It is no secret that the coronavirus pandemic has resulted in crippling financial implications for clubs across the globe.
The world’s strongest sides have been no exception to this, with La Liga giants Barcelona and Real Madrid amongst those affected.
The fierce rivals have felt the repercussions of the pandemic significantly harder than their European counterparts, who benefit from more elaborate broadcasting rights and stronger financial stability from billionaire owners.
Barcelona are estimated to have surrendered close to €500 million in revenue due to COVID-19, while Madrid’s losses are around €400m.
During the first coronavirus lockdown in March 2020, Los Blancos players agreed to a 10% wage cut to allow non-playing staff to receive their full pay.
The Barca squad agreed to give up to 70% of their wages for as long as La Liga was halted.
The Blaugrana reached an agreement with their players to a wage deferral seven months later, estimated to save the club a further loss of €172m.
Madrid were firmly against the idea of opting for a wage deferral move and instead reached an agreement with their first team for an additional 10% pay cut in December 2020.
The concluding games of the 2020/21 La Liga campaign saw the welcome return of fans to stadiums in a naturally reduced capacity.
However, as football cautiously aims to return to a sense of normality, the financial pressures remain an alarming concern for the hierarchies at Barcelona and Madrid.
Long-term servants from both clubs have had to accept wage cuts as part of recently extended contracts, with the likes of Gerard Pique and Luka Modric accepting deductions in salaries to aid their clubs’ financial recoveries.
How have the players reacted?
Arguably the two most outspoken players have been the club’s captains, Lionel Messi and Sergio Ramos.
Messi’s relationship soured with former Barca president Josep Maria Bartomeu last summer due to the Argentinian’s concerns regarding the club’s direction.
The Barcelona icon had become increasingly frustrated at Bartomeu’s persistent public appearances stressing that the first team players will accept reductions in pay to help accommodate for the unprecedented circumstances the pandemic had caused.
Messi, who at the time had donated €1.1m to a hospital in the Catalan capital and another in his homeland, would have naturally agreed to the proposal.
However, the six-time Ballon d’Or winner grew tired of Bartomeu’s comments, the same individual responsible for the club squandering a combined $440m on Ousmane Dembele, Philippe Coutinho and Antoine Griezmann following Neymar’s departure from Camp Nou in 2017.
He said: “The management of this club lead by Bartomeu is a disaster. The truth is there is no project at this club. They just plug holes as and when things happen.”
Crisis-hit Madrid are aiming to wipe out a £60m shortfall caused by the pandemic with a mass overhaul this summer.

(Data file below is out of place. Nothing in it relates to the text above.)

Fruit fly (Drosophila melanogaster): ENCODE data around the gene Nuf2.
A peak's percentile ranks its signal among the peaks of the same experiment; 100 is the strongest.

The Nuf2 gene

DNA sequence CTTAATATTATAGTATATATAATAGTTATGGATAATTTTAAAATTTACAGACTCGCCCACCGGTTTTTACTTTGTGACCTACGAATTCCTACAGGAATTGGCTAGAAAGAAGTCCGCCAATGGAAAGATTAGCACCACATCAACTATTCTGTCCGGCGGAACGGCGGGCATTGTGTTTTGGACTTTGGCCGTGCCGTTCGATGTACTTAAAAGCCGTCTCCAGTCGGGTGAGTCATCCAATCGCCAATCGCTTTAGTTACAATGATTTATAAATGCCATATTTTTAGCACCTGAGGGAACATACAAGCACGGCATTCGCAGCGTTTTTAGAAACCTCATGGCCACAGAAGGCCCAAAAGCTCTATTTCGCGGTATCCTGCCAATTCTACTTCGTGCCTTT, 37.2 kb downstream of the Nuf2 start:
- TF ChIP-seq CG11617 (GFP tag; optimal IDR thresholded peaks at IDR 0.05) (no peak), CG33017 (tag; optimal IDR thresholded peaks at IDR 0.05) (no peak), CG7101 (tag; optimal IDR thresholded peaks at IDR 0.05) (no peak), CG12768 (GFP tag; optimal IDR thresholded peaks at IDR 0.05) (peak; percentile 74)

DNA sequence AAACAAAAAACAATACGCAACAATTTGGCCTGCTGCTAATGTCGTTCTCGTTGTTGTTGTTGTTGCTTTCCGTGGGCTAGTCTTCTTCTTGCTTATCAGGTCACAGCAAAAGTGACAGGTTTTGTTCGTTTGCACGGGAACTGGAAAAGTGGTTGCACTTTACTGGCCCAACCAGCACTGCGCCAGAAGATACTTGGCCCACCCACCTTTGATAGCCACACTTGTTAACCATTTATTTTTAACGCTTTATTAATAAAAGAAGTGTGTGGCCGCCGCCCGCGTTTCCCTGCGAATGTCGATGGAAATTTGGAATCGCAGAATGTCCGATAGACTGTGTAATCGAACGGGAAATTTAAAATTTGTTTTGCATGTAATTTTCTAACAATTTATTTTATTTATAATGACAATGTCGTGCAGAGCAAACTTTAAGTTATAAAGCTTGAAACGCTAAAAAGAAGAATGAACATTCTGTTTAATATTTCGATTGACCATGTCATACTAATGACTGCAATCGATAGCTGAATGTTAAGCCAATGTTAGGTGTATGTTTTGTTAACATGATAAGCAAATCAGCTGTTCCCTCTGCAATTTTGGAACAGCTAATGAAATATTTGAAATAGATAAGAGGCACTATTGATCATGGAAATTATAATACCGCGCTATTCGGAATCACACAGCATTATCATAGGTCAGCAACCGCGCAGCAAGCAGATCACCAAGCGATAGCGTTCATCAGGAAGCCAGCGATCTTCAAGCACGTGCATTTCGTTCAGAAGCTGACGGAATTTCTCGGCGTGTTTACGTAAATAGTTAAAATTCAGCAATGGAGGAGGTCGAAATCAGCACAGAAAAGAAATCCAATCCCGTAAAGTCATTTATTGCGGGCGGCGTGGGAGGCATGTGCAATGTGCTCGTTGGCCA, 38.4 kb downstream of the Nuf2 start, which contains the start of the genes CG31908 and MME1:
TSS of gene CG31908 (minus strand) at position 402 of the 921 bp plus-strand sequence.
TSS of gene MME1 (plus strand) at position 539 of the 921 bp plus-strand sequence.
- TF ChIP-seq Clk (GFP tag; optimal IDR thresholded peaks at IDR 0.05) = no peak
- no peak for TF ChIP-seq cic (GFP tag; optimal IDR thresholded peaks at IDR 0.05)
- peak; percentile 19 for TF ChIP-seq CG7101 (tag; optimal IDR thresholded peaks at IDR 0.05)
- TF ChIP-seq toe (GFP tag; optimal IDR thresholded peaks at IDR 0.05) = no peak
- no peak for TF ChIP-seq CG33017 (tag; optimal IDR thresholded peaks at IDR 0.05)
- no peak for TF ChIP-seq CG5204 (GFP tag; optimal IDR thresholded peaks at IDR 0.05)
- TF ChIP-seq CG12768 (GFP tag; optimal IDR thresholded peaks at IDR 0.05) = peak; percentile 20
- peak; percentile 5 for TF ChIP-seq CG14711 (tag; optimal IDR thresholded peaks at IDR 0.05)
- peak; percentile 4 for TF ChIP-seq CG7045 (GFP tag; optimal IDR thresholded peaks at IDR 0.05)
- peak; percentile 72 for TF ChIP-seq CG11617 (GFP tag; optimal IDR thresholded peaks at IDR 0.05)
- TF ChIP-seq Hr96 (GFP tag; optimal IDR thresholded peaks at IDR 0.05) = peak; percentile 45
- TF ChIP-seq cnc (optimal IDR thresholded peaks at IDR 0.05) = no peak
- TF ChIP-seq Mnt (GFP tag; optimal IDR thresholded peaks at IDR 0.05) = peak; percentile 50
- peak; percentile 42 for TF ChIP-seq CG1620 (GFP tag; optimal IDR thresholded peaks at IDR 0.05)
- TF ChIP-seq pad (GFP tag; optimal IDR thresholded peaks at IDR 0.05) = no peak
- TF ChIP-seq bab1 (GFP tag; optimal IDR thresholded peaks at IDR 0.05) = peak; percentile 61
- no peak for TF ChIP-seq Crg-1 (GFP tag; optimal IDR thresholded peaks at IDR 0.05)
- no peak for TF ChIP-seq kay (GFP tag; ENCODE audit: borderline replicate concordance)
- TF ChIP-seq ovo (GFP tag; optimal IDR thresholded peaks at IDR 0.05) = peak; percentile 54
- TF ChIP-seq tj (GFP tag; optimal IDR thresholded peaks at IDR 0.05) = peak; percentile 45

Manager Zinedine Zidane quit the Galacticos last week and Ramos, whose contract expires at the end of the month, is likely to follow suit after failing to agree terms on a new deal.
The Spanish international’s departure from Madrid is unlikely to occur without fireworks after Jose de la Morena, director and presenter of Radio programme El Transistor, reported that Ramos has called his Los Blancos teammates.
De la Morena revealed that one unnamed player had told the club that Ramos told them not to accept pay cuts because the money saved will only go towards signing Kylian Mbappe.
Is Ramos’ move justified?
The sensational reports regarding Ramos’ bold move begs the question, does he have a point?
A valid stance due to the work the players have put in to secure contracts at one of the biggest clubs in the world, the majority of whom have families to take care of?
Or petulance from an individual who has allowed greed and a prima-donna attitude to blur all sense of reality?
There is no doubt that Madrid’s performances over the last few years have been underwhelming, particularly this year’s campaign, with the club finishing the season without any silverware for the first time in over a decade.
Naturally, stronger performances domestically and in the Champions League will help Madrid recoup the substantial financial losses they have suffered during the pandemic.
To ensure this, recruitment is necessary. However, the signings required to return Los Blancos to the summit will not come cheap.
Despite the club’s recent acquisition of David Alaba on a free transfer from Bayern Munich, the versatile defender is set to earn a staggering £412,000-per-week after signing a five-year contract.
Golden boy Mbappe would presumably put pen to paper on an even higher lucrative deal as well as costing Madrid a signing on fee in the region of €120-€150m.
Alaba, as one of the world’s best defenders, will significantly bolster Madrid’s backline and provide assurance to a vulnerable defence that has been exploited far too easily this season.
Mbappe’s signature would elevate Madrid to the heights they are renowned for performing at throughout their history.
Spanish newspaper AS has reported that Messi is on the verge of ending fierce speculation regarding his future by signing a two-year deal with Barcelona.
Despite the 33-year-old’s pending extension, Messi will accept a pay cut in his new contract.
However, he has been assured that the money will be used to invest in signings that can lead the Catalan giants to Champions League glory for the first time since 2015.
It could not be more vital for Los Blancos players to follow in Messi’s footsteps and see past extortionate wealth for the greater good of the club.
Just as a win is secured through a team effort on the pitch, Madrid must come together off the pitch in a bid to secure the highest honours available to the club as a collective.